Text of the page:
He has never been a dad-like Dad. For one, instead of studies or career he only spoke about music and movies. So, by the time we grew up , both my brother and I , had immense knowledge about music and movies. Come Sundays, and our house , would resemble a mini festival arena. From the little tape-recorder songs ranging from The Beatles to Ghulam Ali would fill in the air while mother would get down to cook umpteen number of items. My father would then sit on the cane chair and discuss movies from The Good, The Bad and The Ugly to Indiana Jones. We would listen in awe while he would hum songs of Mohammed Rafi. Not that he wasn’t interested about our studies. He had an unconventional approach to it. My brother, who was a difficult child to teach, just wouldn’t sit to write his spellings. So, my father had an unique plan. He recorded the words in the little cassette recorder. He played the cassette and asked my brother to write the spellings. Tech-buff that he was, my brother happily jumped at the proposal, much to the relief of my mother!

His way of imparting knowledge and the range of subjects covered was weird. We learnt how to prepare the best thread for kites using cat poop; make a TV satellite receptor using umbrella; use different chemical powders to prepare hand-made crackers; use our teeth effectively to cut electrical wire ; understand the different paper sizes and fonts used in a printing press….

When we were quite young, he gave my brother and me, the entire salary of a month and asked us to maintain the expenses. He said that it was one way to know how tough it is for mother to manage a family with limited resources and understand the value of money as well. After a month we gave up!

But if there was one major thing that my father taught us was never to be perturbed by the report cards. So, our mere pass-marks would mean a huge treat from my Dad! Even our failure would never perturb him. He would merely smile and say, “No problem. Next time.  Next time.”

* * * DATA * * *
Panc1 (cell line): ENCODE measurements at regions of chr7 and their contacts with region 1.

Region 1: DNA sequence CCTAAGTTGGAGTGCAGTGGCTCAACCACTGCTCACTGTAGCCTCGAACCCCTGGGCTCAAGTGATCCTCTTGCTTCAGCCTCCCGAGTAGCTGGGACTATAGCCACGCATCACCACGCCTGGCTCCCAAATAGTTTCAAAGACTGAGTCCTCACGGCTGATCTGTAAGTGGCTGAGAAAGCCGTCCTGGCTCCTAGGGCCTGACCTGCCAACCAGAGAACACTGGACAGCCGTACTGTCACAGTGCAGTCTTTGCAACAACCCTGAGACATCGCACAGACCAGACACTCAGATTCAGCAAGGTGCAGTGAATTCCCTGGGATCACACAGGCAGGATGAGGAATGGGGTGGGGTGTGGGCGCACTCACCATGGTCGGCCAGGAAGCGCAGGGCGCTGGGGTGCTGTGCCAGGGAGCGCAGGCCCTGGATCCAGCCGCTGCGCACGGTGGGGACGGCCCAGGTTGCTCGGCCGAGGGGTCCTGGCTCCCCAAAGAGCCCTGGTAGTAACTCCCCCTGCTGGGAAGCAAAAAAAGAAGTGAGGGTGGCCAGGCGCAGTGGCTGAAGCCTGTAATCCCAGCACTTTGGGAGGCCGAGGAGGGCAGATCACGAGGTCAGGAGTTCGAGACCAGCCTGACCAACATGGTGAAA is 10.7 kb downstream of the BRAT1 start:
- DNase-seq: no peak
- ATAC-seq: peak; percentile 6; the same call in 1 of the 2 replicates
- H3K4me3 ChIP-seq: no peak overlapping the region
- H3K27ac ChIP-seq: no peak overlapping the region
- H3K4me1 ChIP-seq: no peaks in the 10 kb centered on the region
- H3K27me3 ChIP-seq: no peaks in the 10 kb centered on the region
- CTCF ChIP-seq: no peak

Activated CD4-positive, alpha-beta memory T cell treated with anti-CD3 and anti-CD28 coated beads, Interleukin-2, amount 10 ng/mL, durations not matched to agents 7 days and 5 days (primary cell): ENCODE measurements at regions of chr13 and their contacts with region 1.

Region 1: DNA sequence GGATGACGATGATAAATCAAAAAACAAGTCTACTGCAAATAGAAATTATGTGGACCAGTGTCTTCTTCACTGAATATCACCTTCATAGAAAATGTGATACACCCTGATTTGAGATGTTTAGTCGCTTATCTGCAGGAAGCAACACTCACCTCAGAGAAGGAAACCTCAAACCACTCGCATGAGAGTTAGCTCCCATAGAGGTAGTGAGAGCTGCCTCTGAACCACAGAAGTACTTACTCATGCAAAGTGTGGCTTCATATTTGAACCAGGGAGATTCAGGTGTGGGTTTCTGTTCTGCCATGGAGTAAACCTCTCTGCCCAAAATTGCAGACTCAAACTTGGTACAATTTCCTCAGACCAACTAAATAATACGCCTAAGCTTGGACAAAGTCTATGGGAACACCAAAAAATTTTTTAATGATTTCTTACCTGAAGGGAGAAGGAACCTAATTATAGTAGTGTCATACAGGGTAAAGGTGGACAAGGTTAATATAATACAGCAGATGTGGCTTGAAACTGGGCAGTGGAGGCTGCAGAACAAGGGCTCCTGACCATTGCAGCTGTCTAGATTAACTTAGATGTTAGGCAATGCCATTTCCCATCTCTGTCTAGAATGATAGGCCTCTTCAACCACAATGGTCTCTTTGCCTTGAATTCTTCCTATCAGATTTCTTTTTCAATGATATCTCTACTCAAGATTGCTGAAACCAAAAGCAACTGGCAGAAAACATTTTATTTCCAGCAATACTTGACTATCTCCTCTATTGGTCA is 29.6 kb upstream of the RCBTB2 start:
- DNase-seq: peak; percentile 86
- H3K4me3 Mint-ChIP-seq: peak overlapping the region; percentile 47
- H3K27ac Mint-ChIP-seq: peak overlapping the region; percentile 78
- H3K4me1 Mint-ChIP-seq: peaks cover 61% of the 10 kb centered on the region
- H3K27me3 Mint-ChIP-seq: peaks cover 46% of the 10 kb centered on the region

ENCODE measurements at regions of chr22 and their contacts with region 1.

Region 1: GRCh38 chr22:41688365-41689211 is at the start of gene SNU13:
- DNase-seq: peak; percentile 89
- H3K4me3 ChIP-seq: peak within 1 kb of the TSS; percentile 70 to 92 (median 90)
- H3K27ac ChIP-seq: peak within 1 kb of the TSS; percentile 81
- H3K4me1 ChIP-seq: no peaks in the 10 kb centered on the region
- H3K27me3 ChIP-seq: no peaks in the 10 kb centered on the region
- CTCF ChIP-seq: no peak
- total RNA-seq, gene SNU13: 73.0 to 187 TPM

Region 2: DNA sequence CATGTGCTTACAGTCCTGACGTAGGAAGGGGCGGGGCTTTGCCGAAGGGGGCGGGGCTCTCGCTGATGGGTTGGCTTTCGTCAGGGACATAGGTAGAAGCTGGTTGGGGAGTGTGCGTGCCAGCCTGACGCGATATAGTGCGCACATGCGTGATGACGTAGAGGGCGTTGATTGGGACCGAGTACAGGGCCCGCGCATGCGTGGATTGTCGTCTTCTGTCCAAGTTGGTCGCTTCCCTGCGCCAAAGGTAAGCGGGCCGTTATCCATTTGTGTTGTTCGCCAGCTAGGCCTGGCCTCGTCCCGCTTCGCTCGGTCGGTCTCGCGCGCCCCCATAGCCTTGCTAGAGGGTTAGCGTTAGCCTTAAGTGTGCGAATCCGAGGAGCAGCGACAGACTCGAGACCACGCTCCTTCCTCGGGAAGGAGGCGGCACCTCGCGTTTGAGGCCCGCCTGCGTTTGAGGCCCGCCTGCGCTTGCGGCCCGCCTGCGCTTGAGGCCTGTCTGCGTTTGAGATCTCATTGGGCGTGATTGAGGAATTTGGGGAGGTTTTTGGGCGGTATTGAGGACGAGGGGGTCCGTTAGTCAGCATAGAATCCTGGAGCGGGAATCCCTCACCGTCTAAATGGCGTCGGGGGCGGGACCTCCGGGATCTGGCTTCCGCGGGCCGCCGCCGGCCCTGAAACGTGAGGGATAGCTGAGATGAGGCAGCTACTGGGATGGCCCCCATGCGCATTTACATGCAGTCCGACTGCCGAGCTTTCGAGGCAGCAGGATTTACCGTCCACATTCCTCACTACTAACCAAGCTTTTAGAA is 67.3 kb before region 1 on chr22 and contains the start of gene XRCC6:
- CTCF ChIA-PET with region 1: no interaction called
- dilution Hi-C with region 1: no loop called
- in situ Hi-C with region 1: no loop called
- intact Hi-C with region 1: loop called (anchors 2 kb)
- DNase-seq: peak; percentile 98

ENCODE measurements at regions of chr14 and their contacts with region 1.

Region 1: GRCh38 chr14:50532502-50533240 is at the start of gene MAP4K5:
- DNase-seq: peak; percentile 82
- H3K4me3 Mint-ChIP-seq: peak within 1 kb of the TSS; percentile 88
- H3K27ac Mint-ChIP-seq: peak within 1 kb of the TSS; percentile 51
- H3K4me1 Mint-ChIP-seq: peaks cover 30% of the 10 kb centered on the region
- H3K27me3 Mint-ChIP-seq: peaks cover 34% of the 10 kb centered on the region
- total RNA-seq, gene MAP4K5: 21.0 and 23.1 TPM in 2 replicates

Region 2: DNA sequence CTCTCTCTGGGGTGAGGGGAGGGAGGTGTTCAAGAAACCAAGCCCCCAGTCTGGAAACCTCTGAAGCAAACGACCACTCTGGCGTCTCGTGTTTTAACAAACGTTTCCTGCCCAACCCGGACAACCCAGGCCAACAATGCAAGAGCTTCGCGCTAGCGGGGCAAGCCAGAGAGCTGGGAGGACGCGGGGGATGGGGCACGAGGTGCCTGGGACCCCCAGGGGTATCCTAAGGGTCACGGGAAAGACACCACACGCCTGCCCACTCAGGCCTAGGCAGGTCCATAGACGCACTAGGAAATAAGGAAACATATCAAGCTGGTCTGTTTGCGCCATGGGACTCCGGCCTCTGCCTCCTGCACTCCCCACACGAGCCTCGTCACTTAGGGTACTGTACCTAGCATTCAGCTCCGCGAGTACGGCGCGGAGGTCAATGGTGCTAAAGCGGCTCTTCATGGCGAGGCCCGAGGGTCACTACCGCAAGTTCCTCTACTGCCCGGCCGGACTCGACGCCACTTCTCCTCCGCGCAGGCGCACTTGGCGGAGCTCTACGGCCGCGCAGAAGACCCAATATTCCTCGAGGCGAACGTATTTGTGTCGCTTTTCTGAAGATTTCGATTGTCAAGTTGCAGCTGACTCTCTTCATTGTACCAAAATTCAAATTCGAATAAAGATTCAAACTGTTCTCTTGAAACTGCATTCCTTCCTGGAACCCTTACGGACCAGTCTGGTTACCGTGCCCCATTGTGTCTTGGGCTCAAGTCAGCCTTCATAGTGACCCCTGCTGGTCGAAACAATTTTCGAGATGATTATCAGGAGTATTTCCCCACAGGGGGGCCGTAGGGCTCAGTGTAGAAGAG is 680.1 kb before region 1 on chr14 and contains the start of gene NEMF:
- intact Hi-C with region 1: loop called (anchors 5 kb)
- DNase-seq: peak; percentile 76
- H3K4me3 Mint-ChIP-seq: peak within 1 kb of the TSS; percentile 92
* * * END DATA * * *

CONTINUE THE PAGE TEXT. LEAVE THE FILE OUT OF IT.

He instilled in us a unique value system of frankness and honesty. And that was not to be compromised. So, we were brought up to be absolutely free and frank with each other. So much so that when I had my first periods, it was my father and not my mother to whom I spoke about it. As I lay down in extreme pain and discomfort, I could see the pain in his eyes as he tried to comfort me. Much of this was possible because to him ‘gender’ was and still is just another word. He would insist that I climb trees and learn to ride bicycle. Unlike typical Indian father I never heard him speak about ‘marrying me off to the best guy ’; instead he always insisted that I get to travel the world, be independent, be myself. So it was no wonder that meet-the-groom in my case was unique as well! He never, ever asked my boyfriend whether he worked or not, where he was employed or what his earning was. They met at a restaurant in my absence. As my jittery husband-to-be smiled nervously, my Dad asked him just one question: “What did you have for breakfast?”. Staying alone as a bachelor, his options for breakfast were limited, so he admitted that he had some leftover rice from the previous night .That was all he had for breakfast. My father shook his hands and sealed the deal, followed by a sumptuous lunch. Later, I asked my Dad how he could decide that he was the right one for me. My Dad smiled and said, “His answer was enough. One, I knew that he was an honest person. Two, I knew that his wants from life were simple. A man who could be happy with the breakfast of left-over rice would definitely be simple and less demanding to keep my daughter happy”.